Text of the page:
Presentation on theme: "Introduction World War I is infamous for the use of trench along the Western Front, within a system of opposing manned trenches and fortifications (separated."— Presentation transcript:
Introduction World War I is infamous for the use of trench along the Western Front, within a system of opposing manned trenches and fortifications (separated by a "No man's land") running from the North Sea to the border of Switzerland. Hostilities were also prosecuted, however, by more dynamic invasion and battle, by fighting at sea and - for the first time - in and out from the air. More than 9 million soldiers died on the various battlefields, and nearly that many more in the participating countries' home fronts on account of food shortages and genocide committed under the cover of various civil wars and internal conflicts.
But historians and political scientists have argued for nearly a century without reaching a consensus on what were the most important causes. But there is not consensus on how the war could have been prevented. Some, though not all, of the more prominent explanations are outlined below: Arms race as cause: A cause of the war was the escalating arms race. The major participants in the race were Britain and Germany due to new imperialism. Overall, nations in the Triple Entente became fearful of the Triple Alliance and vice versa. Nationalism as cause: The civilian leaders of the European powers found themselves facing a wave of nationalist zeal that had been building across Europe for years. This left governments with even fewer options and little room to maneuver as the last weeks of July 1914 slipped away. Frantic diplomatic efforts to mediate the Austrian-Serbian quarrel simply became irrelevant, as public opinion in key countries demanded war to uphold national honor.
Militarism as cause: The military high command, reporting directly to the king, and not elected civilian governments, controlled Germany, Austria, Russia, and Turkey. Their goal was military power and glory, the theory says, regardless of the needs and wishes of the people. The implication was that true peace required the abdication of those rulers, the end of the aristocratic system, and the end of militarism. Economic imperialism as cause: In that period of time there was a strong conflict in the economical system. The causes of a so strong kind of conflict was the strategic importance of the colonies for the economy.
War poets The term war poet came into currency during and after World War I. A number of poets writing in English had been soldiers, and had written about that experience. Quite a number had died, most famously Rupert Brooke, Wilfred Owen, and Charles Sorley. Others such as Siegfried Sassoon had survived, but made a reputation based on scathing poetry written from the disabused point of view of the trench soldier who had lost faith in his military superiors. The long and hard period of the first world war deprived modern literature of a lot of young artist. Here there are some different “stories” of the life of three of the well known poet of that period, useful to demonstrate how much the modern world, and literature, have lost with that war.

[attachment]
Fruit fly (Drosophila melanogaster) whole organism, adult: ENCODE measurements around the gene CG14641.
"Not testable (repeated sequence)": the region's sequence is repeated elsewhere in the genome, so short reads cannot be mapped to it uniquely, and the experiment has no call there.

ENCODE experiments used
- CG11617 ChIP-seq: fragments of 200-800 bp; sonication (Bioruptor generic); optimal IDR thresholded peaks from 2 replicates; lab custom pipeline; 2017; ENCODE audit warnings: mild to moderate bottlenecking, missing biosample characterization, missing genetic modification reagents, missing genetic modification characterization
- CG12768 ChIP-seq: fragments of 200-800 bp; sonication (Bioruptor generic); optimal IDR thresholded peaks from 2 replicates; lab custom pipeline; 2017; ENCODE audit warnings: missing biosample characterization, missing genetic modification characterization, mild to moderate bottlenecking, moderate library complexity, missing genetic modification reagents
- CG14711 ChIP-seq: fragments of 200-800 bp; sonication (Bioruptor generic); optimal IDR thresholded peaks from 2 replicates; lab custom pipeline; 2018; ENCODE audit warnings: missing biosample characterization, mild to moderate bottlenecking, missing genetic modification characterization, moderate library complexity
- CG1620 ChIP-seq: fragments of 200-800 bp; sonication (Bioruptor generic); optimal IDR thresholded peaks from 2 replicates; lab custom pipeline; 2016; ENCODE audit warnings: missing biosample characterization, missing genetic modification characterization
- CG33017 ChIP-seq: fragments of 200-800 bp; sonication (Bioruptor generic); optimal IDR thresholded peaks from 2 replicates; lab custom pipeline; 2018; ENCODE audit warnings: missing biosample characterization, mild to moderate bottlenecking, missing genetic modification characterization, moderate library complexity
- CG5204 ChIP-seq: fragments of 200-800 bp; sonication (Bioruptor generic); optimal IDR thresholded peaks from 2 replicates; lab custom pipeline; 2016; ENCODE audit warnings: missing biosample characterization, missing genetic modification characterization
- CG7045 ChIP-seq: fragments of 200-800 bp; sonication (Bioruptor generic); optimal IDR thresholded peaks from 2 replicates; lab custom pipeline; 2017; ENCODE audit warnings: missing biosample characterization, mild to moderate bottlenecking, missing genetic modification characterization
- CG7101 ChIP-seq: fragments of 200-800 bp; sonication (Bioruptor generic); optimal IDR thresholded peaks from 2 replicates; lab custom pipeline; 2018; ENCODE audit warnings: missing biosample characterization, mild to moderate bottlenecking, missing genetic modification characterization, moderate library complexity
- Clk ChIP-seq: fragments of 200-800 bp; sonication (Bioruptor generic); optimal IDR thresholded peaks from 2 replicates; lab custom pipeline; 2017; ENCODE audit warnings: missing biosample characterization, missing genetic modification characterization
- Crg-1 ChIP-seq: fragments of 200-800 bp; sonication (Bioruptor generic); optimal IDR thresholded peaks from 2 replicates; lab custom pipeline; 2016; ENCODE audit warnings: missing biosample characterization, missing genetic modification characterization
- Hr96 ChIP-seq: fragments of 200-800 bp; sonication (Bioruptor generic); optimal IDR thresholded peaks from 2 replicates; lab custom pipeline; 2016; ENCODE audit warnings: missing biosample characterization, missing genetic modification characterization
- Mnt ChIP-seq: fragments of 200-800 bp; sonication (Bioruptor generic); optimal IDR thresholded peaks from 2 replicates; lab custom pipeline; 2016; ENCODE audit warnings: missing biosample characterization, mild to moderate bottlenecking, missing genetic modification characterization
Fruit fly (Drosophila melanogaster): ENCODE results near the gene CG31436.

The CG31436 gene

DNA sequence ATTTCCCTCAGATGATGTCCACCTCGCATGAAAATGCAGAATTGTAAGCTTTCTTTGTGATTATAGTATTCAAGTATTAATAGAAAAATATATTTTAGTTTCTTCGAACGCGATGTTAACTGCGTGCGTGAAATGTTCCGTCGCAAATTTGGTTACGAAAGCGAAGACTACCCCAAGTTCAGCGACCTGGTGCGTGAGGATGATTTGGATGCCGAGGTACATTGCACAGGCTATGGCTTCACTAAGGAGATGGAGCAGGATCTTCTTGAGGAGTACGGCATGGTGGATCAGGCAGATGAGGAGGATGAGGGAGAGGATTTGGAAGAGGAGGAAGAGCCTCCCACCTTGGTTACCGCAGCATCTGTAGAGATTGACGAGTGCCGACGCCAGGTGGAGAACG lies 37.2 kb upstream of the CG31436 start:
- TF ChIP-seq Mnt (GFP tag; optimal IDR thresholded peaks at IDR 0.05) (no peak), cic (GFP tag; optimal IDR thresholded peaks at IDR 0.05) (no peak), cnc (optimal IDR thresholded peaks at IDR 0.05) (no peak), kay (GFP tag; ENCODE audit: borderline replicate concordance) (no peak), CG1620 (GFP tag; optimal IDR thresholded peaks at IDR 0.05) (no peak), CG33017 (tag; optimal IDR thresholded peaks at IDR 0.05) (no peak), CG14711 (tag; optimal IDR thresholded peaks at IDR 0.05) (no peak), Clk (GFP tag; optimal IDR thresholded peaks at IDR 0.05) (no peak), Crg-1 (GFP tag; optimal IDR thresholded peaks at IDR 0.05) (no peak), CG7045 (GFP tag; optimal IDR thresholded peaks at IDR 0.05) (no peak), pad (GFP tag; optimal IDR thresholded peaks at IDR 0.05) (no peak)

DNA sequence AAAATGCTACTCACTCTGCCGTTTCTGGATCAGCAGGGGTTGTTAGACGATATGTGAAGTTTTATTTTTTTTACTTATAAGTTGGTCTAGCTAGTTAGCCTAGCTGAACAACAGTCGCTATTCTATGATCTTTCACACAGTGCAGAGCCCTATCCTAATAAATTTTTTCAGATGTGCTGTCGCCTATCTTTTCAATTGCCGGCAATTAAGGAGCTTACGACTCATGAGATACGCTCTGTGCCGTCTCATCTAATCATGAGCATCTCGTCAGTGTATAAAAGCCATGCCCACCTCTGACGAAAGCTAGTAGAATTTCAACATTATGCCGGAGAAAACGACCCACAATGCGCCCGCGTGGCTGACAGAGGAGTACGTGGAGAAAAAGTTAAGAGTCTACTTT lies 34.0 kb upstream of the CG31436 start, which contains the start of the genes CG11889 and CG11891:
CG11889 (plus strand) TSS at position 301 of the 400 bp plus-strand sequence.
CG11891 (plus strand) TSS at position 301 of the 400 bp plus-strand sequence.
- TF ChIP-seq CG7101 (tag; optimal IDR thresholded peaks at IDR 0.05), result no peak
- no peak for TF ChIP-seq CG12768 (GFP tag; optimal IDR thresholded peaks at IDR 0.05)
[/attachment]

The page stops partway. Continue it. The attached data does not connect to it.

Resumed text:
The large number of soldier sent to the trench comprehend young people from all the social classes. Isaac Rosenberg (1890-1918), (1890-1918), for instance, was the least privileged of the British poets we are reading; he was born into a working-class Jewish family. Although his working-class origins and economic circumstances prevented him from attending Oxford or Cambridge, he was a talented artist and enrolled in evening classes in the Art School of Birkbeck College, London University. He hoped to make his living as a portrait artist and had moved to South Africa to pursue his career when the war broke out. He returned to England in 1915, enlisted in 1916 and was killed at the front on April 3, 1918. Both T. S. Eliot and Ezra Pound knew Rosenberg's poetry and admired it. Some critics suggest that, had he survived the war, he might have been an outstanding poet, equalling both Pound and Eliot in reputation. The century was deprived of one of its most promising poets when he died in the Great War.
An example of patriotism was Wilfred Edward Salter Owen Owen who was born on March 18, 1893. He was on the Continent teaching until he visited a hospital for the wounded and then decided, in September, 1915, to return to England and enlist. "I came out in order to help these boys-- directly by leading them as well as an officer can; indirectly, by watching their sufferings that I may speak of them as well as a pleader can. I have done the first" first" (October, 1918). Owen was Injured in March 1917 and sent home; he was fit for duty in August, 1918, and returned to the front. November 4, just seven days before the Armistice, he was caught in a German machine gun attack and killed. He was twenty-five when he died.
Military Casualties in World War I (1914-1918) Belgium 45,550 British Empire 942,135 France 1,368,000 Greece 23,098 Italy 680,000 Japan 1,344 Montenegro 3,000 Portugal 8,145 Romania 300,000 Russia 1,700,000 Serbia 45,000 United States 116,516 Austria-Hungary 1,200,000 Bulgaria 87,495 Germany 1,935,000